He warned that air strikes against the Bosnian Serbs surrounding Sarajevo could complicate the situation on the ground and invited supporters of the idea to take a hard look at his maps. These show the Bosnian Serb army very close to Sarajevo, which is completely hemmed-in, and overlooking the airport runway. If it advances further, there is a risk that air attacks could damage the city itself - and its vital airport. But if the Serbian offer to withdraw from their latest gains is genuine they will be unnecessary.
The Serbs are playing a complex game of cat and mouse. Although they surround the city, they are today expected to admit the weekly UN aid convoy from Kiseljak, which carries enough aid to augment the 160-170 tons a day brought in by air and attain the minimum level needed to sustain Sarajevo. They let the aid through, in part, because there are also Serbs in the city dependent on it. Yesterday the UN High Commissioner for Refugees even hoped to resume aid convoys to Sarajevo from Belgrade.
The Bosnian Serbs have captured two mountains, Bjelasnica and Igman, south-west of the city, removing a Muslim salient south of Sarajevo that permitted military supplies to pass up a mountain road into the city.
Yesterday the Bosnian Serb army chief, Gen Ratko Mladic, moved down from the positions on Mount Igman to Sarajevo airfield for talks with Gen Briquemont and the Bosnian army commander, Gen Rasim Delic. But no agreement was reached on the handover of the strategic heights around the city and talks were postponed until tomorrow.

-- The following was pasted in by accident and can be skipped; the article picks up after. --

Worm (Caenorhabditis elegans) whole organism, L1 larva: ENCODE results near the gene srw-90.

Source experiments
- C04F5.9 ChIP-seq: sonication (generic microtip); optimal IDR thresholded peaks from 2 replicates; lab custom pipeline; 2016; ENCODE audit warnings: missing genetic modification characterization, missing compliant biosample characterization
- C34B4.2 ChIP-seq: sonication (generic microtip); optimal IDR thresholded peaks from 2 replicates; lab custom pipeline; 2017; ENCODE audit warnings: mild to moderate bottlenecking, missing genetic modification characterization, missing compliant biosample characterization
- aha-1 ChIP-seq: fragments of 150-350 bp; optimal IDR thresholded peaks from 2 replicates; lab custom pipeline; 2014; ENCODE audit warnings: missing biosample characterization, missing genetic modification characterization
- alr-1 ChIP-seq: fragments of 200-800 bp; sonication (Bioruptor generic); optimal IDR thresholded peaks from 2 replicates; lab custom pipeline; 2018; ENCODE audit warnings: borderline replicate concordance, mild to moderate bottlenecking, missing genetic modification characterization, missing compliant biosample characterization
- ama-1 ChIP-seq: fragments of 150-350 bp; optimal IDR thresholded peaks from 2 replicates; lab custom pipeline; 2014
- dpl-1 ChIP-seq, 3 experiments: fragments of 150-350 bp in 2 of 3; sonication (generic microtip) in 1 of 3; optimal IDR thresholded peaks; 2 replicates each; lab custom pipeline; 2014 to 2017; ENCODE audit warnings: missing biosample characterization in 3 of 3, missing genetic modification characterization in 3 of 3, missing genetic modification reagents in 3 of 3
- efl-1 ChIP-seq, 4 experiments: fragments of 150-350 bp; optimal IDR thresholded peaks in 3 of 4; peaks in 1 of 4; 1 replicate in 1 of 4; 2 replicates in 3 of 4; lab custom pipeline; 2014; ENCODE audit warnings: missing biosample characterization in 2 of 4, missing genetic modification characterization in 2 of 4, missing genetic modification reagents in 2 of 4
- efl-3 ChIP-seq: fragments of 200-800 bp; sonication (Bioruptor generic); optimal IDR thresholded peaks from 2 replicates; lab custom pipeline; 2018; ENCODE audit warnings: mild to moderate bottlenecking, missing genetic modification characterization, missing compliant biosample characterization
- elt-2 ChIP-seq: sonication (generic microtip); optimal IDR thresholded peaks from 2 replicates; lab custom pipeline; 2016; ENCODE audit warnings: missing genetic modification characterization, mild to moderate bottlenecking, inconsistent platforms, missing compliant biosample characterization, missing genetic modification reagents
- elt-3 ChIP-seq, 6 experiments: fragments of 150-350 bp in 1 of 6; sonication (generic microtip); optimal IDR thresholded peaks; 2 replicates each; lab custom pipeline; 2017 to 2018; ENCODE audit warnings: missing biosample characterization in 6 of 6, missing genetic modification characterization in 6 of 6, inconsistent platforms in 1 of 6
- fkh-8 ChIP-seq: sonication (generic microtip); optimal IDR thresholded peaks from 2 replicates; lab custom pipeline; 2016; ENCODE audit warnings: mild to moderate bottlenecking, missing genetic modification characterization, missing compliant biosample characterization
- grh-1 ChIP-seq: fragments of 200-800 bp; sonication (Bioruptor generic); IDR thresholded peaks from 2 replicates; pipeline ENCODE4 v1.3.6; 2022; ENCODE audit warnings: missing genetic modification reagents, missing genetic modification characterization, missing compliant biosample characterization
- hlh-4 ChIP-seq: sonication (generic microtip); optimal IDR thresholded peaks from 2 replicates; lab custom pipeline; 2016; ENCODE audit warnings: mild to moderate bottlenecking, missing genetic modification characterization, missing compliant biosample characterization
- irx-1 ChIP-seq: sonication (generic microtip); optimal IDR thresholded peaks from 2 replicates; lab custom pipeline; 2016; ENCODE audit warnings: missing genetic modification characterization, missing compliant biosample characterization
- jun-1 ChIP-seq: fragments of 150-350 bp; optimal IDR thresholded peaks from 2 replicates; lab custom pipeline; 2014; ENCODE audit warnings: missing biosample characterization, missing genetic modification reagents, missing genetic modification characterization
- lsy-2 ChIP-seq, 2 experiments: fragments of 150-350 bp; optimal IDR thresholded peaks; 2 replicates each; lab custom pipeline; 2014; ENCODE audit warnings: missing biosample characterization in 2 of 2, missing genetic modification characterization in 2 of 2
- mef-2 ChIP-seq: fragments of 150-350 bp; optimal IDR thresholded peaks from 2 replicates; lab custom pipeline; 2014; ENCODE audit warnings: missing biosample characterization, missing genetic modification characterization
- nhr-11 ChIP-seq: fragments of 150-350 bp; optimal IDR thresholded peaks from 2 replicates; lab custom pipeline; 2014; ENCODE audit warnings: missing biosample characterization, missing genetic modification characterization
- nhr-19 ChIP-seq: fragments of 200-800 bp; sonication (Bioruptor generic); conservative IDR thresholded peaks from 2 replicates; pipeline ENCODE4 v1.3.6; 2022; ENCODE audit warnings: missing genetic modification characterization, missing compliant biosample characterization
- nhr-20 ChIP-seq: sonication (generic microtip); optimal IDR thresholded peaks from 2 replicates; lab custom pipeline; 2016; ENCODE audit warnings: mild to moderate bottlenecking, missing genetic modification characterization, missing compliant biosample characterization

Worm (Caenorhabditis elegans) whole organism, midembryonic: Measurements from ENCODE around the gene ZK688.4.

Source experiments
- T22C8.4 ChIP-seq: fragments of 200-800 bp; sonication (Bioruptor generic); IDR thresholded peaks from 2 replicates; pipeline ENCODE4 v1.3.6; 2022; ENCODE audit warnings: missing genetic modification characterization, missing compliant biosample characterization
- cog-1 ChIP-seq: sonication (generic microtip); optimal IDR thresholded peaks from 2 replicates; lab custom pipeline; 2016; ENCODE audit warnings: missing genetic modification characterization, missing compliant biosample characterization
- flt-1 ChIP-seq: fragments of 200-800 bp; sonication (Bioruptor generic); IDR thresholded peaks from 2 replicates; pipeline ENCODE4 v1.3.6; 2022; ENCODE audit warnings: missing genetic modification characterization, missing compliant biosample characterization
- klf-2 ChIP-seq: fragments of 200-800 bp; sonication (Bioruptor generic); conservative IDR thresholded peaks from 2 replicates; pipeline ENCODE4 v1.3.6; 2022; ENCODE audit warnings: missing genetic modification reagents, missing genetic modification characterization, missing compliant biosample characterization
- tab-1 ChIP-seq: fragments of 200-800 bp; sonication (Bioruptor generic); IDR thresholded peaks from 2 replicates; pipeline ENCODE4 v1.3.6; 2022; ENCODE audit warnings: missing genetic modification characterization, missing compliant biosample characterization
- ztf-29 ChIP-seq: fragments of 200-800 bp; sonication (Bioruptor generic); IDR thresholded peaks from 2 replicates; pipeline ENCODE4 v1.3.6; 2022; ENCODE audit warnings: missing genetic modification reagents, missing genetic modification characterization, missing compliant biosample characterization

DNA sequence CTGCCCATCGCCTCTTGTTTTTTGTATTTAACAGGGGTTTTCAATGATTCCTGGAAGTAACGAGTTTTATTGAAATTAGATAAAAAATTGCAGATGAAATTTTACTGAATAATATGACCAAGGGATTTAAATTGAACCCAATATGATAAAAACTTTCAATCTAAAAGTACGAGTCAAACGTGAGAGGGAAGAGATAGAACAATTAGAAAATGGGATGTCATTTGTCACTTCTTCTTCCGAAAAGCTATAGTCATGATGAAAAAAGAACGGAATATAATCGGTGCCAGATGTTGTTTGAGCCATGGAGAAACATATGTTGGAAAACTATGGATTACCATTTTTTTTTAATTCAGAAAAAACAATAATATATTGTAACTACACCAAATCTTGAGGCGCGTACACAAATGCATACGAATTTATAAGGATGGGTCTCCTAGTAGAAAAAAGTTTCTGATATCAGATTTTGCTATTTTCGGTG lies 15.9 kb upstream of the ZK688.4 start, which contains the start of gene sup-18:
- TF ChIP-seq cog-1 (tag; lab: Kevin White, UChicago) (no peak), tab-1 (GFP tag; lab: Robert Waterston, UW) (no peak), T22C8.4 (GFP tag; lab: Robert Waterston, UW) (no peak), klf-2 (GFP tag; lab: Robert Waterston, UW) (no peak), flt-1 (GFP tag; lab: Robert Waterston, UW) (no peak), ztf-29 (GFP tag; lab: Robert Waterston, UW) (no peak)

If the talks fail, the UN could request Nato air strikes against the Serbian positions on the heights. While the UN troops in the front line in this four-sided war have reservations, even military commentators are making public demands for intervention.
In an unusual departure, the editorial of the latest British Army Review - the official in-house journal of the army - says: 'The immediate danger of the Bosnian example is that it supports a view of the UN as an inadequate instrument for peace-making in the face of determined self-interest, but a more insidious hazard is that while individual and distant wars may not directly constitute threats to the UK, each occurrence contributes to a progressive breaking down of the habit of peace.'